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E. coli Outbreaks Linked to Leafy Greens on the Rise

As health authorities in three states work with the CDC to determine the source of the E. coli O145 outbreak in Michigan, Ohio, and New York, a new outbreak database shows that E. coli outbreaks are not just sourced to meat.

“E. coli outbreaks associated with leafy greens such as lettuce are by no means a new phenomenon,” food safety advocate and attorney Bill Marler said on his blog. “Many might remember the spinach outbreak in 2006, which sickened more than 200 people, but the FDA has reported that in the last 12 years, 22 E. coli outbreaks have been linked to consumption of contaminated leafy greens, and more than 700 consumers have been made ill—some gravely so.”

E. coli is often contracted by consuming food or beverage that has been contaminated by animal (especially cattle) manure. The majority of foodborne E. coli outbreaks have been traced to contaminated ground beef; however the Center for Science in the Public Interest reports that fully 25 percent of E. coli outbreaks (1990-1998) were sourced to leafy greens. Leafy vegetables such as lettuce and spinach can become contaminated in fields or during processing when E. coli bacteria enter agricultural water, dirt, or even air (as dusty clouds from animal lots can contain particles of manure.)

Toxic E. coli strains like O157:H7 and O145 are a minority in the hundreds of strains of the bacterium Escherichia coli. Most strains of E. coli are harmless and live as normal flora in the intestines of healthy humans and animal. The E. coli bacterium is among the most extensively studied microorganisms. The combination of letters and numbers in the name of the E. coli O145 refers to the specific markers found on its surface and distinguishes it from other types of E. coli. The testing done to distinguish E. coli O145 or O157:H7 from its other E. coli counterparts is called serotyping. Pulsed-field gel electrophoresis (PFGE), sometimes also referred to as genetic fingerprinting, is used to compare E. coli isolates to determine if the strains are distinguishable.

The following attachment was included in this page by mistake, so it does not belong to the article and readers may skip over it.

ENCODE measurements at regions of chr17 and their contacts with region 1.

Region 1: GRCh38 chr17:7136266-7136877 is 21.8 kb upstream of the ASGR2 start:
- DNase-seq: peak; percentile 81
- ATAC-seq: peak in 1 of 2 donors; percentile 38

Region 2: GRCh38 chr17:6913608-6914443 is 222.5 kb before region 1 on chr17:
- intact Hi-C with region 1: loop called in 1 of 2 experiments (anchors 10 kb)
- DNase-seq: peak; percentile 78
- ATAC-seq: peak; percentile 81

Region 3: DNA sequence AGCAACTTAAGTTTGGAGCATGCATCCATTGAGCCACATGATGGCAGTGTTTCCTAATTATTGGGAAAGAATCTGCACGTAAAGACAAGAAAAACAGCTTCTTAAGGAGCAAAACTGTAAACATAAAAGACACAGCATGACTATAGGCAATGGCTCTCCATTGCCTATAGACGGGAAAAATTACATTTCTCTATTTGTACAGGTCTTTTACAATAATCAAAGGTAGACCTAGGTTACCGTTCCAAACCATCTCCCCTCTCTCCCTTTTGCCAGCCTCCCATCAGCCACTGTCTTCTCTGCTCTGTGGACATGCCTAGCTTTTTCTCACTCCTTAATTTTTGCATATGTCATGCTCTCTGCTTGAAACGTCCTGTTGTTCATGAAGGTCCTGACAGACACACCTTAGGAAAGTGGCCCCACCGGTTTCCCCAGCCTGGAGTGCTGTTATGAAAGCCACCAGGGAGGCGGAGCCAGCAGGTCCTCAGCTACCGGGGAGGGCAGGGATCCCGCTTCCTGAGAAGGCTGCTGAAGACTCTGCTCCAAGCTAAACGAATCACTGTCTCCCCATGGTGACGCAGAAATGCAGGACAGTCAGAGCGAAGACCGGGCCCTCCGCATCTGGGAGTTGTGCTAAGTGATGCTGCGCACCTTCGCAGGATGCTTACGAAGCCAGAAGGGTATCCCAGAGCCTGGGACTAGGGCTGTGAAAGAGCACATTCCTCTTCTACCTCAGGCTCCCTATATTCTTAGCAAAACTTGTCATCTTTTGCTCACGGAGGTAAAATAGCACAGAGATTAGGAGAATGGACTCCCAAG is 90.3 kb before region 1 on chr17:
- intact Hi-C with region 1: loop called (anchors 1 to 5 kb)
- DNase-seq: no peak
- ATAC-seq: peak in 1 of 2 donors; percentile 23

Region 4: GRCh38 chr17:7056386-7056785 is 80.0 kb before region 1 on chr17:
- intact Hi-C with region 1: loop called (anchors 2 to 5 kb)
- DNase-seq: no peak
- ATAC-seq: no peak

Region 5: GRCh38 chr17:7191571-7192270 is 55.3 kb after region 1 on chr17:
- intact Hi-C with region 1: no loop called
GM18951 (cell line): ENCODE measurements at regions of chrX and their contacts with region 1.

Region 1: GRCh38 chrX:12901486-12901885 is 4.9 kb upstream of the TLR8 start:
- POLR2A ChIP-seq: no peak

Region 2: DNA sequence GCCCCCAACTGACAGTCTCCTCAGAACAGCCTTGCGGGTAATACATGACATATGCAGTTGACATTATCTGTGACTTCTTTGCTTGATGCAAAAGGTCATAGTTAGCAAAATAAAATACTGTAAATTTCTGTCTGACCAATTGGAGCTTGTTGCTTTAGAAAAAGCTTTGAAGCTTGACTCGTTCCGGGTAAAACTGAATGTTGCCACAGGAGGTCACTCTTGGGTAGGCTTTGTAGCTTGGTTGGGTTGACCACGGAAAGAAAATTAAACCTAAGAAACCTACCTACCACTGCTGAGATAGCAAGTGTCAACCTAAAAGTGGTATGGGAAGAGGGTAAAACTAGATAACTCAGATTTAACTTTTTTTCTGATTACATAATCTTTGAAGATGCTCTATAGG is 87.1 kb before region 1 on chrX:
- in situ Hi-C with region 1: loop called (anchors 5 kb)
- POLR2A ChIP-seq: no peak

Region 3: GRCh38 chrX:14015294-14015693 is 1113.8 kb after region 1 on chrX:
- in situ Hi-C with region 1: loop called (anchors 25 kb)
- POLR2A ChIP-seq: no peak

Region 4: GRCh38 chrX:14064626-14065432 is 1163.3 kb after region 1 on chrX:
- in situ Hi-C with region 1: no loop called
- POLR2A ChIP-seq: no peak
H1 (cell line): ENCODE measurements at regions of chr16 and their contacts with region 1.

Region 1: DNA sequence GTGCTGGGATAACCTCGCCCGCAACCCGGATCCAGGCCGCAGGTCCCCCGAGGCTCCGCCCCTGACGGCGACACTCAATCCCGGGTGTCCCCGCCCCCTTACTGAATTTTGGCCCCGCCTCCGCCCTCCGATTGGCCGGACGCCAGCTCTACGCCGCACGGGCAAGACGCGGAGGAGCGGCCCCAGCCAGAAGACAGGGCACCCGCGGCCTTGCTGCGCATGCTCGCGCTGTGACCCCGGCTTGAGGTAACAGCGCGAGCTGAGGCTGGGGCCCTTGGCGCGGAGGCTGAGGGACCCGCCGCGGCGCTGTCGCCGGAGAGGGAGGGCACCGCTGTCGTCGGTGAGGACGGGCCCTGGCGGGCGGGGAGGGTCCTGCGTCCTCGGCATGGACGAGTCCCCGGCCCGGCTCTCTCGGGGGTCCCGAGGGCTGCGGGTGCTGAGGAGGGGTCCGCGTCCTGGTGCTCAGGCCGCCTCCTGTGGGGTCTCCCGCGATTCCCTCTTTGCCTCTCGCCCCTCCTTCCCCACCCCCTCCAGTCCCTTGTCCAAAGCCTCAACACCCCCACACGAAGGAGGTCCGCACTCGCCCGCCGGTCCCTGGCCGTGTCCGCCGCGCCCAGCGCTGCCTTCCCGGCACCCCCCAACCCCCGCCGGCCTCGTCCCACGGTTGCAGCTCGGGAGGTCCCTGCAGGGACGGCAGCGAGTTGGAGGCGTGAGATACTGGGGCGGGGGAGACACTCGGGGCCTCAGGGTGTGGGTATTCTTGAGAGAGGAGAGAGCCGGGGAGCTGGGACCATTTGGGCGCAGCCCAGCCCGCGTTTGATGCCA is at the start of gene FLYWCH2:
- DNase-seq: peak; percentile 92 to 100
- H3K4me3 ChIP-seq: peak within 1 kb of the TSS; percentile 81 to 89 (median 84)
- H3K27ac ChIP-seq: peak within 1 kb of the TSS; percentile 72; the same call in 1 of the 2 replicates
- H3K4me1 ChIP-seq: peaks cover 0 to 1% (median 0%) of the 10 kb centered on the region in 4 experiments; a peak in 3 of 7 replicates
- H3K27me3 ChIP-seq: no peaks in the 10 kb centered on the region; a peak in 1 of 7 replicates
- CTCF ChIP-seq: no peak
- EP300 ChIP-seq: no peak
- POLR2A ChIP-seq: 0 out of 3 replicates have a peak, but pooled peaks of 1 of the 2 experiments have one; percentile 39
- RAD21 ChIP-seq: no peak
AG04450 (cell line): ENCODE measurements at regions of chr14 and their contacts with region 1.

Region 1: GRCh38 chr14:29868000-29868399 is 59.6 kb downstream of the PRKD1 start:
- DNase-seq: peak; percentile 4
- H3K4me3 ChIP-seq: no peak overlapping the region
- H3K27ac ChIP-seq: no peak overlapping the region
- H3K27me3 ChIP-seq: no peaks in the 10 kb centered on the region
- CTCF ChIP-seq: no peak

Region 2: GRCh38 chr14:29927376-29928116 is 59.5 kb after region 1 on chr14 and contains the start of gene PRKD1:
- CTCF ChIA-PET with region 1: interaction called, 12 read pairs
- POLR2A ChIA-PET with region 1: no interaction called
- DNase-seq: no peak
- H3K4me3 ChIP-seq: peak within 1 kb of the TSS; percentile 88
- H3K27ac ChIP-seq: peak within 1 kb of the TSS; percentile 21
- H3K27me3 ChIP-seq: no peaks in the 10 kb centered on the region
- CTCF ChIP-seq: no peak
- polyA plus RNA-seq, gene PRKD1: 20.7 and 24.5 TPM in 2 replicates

E. coli was first recognized as a pathogen in the wake of the deadly outbreak of E. coli O157:H7 at Jack in the Box restaurants in the Pacific Northwest (1993). In the ten years that followed there were approximately thirty outbreaks recorded in the United States. This number is likely misleading, however, because E. coli O157:H7 infections did not become a reportable disease in any state until 1987 when Washington State became the first state to mandate its reporting. As a result, only the most geographically concentrated outbreak would have garnered enough notice to prompt further investigation.

With improved science and reporting, more non-O157 E. coli outbreaks are being reported. In 2008, more than 300 people fell ill and one lost his life in an outbreak of E. coli 0111 traced to an Oklahoma restaurant. The current outbreak in Michigan, Ohio, and New York is E. coli O145. Bill Marler has petitioned the USDA to add these strains and four others to the list of official adulterants, so that they can be tested for and prevented from entering the food supply.

“I’ve worked in foodborne illness for 17 years now,” said Marler. “I know how hard our public agencies are working to quickly trace illnesses to a vehicle, I expect that within a few hours one of the sources of this E. coli O145 outbreak will be announced.”

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